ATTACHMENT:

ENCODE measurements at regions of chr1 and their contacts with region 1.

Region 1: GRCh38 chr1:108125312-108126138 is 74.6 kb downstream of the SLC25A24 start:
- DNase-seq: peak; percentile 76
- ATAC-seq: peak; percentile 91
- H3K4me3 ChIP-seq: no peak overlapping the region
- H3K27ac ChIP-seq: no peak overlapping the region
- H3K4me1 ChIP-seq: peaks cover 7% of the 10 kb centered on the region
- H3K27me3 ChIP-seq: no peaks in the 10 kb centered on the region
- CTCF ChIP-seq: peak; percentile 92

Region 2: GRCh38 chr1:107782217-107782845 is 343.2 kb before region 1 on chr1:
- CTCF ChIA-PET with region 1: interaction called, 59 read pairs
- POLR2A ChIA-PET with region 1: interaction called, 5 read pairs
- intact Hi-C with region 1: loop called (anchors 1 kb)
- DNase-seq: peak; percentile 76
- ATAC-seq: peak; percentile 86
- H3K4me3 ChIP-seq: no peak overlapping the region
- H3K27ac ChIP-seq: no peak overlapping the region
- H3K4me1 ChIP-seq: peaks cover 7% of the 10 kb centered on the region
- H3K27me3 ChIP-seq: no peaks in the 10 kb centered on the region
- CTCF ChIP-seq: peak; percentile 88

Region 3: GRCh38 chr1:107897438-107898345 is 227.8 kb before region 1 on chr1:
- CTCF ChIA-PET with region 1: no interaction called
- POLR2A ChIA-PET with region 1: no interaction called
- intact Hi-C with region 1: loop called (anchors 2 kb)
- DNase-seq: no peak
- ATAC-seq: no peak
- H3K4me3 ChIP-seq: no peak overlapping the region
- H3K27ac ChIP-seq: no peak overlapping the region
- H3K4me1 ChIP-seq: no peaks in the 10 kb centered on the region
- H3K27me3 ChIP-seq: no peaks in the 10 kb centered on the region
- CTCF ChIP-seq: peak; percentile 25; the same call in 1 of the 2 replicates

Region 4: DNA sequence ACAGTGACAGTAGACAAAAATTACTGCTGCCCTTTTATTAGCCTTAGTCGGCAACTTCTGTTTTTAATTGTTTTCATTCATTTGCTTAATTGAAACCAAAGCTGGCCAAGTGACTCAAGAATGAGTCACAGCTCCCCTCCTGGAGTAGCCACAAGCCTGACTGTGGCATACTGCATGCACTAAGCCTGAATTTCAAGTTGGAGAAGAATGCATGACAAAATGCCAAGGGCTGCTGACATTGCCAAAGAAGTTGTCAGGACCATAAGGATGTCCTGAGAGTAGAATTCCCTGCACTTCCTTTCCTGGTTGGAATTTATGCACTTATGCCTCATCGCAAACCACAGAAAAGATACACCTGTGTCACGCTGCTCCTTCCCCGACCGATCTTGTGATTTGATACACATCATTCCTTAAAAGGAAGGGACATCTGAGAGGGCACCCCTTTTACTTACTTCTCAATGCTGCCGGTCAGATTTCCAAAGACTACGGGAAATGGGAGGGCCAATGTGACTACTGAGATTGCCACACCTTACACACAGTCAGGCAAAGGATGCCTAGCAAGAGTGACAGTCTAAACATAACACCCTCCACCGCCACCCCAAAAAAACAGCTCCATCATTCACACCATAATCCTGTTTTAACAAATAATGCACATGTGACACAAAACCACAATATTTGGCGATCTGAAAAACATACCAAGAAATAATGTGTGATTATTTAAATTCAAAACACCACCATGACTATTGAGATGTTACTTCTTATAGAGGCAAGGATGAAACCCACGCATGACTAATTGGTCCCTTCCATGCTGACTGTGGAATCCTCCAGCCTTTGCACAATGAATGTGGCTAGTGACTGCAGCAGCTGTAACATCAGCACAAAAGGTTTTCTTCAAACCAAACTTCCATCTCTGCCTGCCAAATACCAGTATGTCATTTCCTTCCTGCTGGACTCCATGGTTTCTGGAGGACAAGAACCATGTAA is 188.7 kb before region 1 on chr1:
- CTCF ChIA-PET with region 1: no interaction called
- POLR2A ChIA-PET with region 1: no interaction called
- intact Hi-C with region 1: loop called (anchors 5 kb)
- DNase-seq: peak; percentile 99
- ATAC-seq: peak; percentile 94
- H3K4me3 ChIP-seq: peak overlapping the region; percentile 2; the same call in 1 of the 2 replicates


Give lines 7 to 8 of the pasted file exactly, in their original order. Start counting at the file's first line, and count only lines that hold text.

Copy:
- H3K4me1 ChIP-seq: peaks cover 7% of the 10 kb centered on the region
- H3K27me3 ChIP-seq: no peaks in the 10 kb centered on the region